And yet, from a talent standpoint, the Blazers match up very well. Steve Blake and Fisher are near clones of each other, the front line of Gasol and Bynum will face the duo of LaMarcus Aldridge and Greg Oden, the talented Odom will face the equally talented Travis Outlaw off the bench (if that is how Jackson chooses to use him) and that leaves out the expected bench contributions of Jerryd Bayless and Rudy Fernandez. In other words, on the nights where Brandon Roy is within shouting distance of the numbers put up by Bryant, the Blazers should have a better than average shot at winning the game. Of course, that also highlights one of the differences.

The Blazers do not at this point have anyone who does for them what Bryant does for the Lakers, what Paul Pierce does for the Celtics, what LeBron James does for the Cavaliers, and so forth. Whereas Roy is unarguably a stud and effective, he does not own the game the way those players do.

Once before Portland had a highly talented team. Twice in three years they went to the Finals. They could score inside or out, they could rebound and play defense and on any given night you might see Porter, Kersey, Robinson, or Drexler go for 30 or more points. But at the end of close games they had too many guys who COULD take the shot to actually have THE GUY, the one who took the shot.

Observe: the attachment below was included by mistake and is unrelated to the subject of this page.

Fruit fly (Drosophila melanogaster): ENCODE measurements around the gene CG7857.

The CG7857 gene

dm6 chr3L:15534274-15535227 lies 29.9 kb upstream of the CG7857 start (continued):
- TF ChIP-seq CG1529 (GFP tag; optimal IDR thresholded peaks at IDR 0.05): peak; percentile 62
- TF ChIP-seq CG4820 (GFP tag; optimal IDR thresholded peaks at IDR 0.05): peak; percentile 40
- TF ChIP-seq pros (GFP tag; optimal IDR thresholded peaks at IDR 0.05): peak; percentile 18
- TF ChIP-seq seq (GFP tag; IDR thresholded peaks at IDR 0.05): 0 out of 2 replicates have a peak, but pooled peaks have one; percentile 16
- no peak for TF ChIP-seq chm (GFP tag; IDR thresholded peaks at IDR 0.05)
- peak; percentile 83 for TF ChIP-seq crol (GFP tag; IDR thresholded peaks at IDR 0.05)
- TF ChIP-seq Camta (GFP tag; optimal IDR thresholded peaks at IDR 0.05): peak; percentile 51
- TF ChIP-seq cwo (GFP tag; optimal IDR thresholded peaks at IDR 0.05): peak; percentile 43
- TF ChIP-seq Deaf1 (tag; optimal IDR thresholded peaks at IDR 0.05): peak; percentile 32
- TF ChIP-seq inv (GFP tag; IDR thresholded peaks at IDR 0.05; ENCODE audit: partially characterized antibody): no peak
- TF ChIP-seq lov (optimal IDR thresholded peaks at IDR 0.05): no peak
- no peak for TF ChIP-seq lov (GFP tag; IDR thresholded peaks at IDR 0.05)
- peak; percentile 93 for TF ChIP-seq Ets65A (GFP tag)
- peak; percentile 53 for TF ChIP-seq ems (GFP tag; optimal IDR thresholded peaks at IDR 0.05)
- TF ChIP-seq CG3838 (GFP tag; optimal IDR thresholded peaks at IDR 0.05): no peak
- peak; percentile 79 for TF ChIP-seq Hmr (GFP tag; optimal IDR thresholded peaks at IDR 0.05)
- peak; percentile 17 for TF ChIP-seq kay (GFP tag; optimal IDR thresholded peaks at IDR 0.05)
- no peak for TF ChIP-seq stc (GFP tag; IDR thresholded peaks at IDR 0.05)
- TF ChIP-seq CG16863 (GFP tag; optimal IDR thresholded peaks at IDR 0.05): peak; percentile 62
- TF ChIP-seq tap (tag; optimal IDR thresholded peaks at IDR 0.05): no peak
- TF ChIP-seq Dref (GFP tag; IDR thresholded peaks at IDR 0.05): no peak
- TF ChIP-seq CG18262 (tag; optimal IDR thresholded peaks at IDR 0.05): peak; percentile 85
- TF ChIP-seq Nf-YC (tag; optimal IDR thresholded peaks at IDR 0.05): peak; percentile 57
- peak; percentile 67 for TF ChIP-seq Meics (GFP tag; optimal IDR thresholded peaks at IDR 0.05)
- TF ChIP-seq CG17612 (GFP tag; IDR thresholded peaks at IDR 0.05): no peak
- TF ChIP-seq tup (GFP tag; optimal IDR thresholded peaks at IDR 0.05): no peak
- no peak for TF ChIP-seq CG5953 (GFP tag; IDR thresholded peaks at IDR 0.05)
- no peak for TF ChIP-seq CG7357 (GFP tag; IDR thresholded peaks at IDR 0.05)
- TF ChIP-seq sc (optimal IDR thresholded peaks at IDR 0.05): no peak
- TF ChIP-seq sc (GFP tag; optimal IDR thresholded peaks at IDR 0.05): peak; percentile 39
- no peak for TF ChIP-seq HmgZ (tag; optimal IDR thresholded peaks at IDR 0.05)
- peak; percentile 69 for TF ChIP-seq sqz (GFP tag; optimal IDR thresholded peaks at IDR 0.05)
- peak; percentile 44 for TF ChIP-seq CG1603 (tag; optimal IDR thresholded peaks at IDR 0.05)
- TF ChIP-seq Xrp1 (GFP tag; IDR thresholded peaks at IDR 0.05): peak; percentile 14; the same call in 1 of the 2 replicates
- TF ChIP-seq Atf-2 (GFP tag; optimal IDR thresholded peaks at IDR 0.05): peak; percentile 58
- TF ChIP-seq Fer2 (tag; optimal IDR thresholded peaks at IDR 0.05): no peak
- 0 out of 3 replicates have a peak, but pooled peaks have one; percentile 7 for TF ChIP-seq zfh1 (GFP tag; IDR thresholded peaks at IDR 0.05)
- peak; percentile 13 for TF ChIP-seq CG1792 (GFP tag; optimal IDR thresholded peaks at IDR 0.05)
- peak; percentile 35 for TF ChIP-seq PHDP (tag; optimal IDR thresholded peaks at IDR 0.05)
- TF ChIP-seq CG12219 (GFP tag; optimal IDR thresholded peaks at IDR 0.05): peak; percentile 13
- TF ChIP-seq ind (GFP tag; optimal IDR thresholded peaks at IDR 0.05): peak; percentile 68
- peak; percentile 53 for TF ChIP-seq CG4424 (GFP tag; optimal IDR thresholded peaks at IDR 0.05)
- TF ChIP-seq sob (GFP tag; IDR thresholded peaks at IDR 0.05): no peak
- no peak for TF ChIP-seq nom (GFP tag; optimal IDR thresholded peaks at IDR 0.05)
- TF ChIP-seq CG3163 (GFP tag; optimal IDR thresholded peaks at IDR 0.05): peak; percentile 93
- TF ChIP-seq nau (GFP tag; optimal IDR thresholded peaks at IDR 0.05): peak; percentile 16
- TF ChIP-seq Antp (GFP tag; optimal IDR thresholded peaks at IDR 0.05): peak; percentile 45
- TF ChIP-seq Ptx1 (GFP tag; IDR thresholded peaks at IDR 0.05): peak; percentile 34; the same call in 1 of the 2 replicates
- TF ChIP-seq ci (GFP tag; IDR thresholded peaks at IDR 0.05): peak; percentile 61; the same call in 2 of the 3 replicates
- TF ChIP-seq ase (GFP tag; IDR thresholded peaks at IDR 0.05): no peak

Both The Long Hot Winter by Coach Adelman and Against the World by Dwight Jaynes and Kerry Eggers detailed how that flaw derailed the 1992-93 season and was the difference between losing the Finals in 6 games and winning. The Bulls had some guy named Jordan and the Blazers didn't. They need to develop him, and the most likely candidate is indeed named Roy.

But it is not just the Lakers. Their second game will be against perennial Title contenders San Antonio. The Spurs indisputably have better players at point guard and power forward than Portland. Tim Duncan is always an MVP candidate and Tony Parker is one of the most dangerous point guards in the League. Additionally, when he gets healthy Manu Ginobli is an above average 2 way player who can cause conniptions.

Yet Aldridge matches up fairly well with Duncan. The Blazers will have distinct advantages at center and shooting guard with the small forward position being a wash. Coming off the bench with the firepower of Fernandez and Outlaw should give Portland a nice edge that the Spurs will need all of their vaunted team defense to neutralize. Of course, we all know they are well-coached and talented enough to do just that. Somehow, year after year the Spurs look up at other teams in terms of overall talent and yet end up in or near the Finals. That is no accident. They play together, they play their system, and the sum is greater than the parts.